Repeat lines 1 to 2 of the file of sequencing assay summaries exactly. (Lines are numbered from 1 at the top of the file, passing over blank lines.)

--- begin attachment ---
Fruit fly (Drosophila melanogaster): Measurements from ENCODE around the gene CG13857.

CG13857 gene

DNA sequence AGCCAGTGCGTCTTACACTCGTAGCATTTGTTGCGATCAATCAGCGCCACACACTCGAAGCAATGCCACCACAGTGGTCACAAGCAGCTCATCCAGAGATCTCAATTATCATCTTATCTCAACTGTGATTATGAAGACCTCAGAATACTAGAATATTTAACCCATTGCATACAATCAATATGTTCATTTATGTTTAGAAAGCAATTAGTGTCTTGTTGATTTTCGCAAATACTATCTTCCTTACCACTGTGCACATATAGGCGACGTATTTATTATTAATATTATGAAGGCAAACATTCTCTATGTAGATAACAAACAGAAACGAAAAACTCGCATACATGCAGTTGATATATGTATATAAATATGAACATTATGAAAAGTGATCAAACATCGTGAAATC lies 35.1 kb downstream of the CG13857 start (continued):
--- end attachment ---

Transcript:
Fruit fly (Drosophila melanogaster): Measurements from ENCODE around the gene CG13857.

CG13857 gene